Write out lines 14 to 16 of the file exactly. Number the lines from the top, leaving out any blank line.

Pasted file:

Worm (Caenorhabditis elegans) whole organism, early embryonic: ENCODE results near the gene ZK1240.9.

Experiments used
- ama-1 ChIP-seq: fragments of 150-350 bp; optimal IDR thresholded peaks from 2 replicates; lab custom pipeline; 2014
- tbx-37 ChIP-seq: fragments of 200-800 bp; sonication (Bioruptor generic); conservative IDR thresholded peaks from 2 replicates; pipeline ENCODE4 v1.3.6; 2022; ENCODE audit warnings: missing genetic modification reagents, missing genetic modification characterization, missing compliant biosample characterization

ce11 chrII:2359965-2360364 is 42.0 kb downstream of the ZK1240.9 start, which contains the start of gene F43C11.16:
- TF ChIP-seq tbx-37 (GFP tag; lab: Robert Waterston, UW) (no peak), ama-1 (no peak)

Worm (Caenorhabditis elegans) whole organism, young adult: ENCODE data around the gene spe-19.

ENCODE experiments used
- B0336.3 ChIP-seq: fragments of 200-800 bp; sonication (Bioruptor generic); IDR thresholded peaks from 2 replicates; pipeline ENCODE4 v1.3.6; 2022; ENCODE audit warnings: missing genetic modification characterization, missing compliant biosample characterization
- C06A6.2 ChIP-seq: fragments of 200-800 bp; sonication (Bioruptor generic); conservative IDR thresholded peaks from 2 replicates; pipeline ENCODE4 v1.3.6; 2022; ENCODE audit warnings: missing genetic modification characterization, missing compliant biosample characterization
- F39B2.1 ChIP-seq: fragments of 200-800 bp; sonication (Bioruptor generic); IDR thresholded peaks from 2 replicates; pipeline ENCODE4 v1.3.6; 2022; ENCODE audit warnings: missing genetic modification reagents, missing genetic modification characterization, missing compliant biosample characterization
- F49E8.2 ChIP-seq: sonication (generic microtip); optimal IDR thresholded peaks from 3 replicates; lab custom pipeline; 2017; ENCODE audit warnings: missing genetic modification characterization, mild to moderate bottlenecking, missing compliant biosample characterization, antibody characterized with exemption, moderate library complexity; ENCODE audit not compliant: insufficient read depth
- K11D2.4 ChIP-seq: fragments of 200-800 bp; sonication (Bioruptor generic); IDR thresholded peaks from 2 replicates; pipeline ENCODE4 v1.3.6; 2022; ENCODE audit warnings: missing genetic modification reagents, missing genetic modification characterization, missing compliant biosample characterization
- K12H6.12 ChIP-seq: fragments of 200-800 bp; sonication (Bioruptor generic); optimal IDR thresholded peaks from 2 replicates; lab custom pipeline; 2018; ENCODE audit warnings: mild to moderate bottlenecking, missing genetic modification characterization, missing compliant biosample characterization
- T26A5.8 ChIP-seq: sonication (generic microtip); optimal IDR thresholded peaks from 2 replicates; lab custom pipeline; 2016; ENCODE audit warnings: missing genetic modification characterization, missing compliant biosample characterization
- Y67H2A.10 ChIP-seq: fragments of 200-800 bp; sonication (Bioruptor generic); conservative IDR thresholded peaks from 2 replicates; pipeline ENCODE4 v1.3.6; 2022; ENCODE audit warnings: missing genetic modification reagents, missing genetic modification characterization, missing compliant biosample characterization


- K12H6.12 ChIP-seq: fragments of 200-800 bp; sonication (Bioruptor generic); optimal IDR thresholded peaks from 2 replicates; lab custom pipeline; 2018; ENCODE audit warnings: mild to moderate bottlenecking, missing genetic modification characterization, missing compliant biosample characterization
- T26A5.8 ChIP-seq: sonication (generic microtip); optimal IDR thresholded peaks from 2 replicates; lab custom pipeline; 2016; ENCODE audit warnings: missing genetic modification characterization, missing compliant biosample characterization
- Y67H2A.10 ChIP-seq: fragments of 200-800 bp; sonication (Bioruptor generic); conservative IDR thresholded peaks from 2 replicates; pipeline ENCODE4 v1.3.6; 2022; ENCODE audit warnings: missing genetic modification reagents, missing genetic modification characterization, missing compliant biosample characterization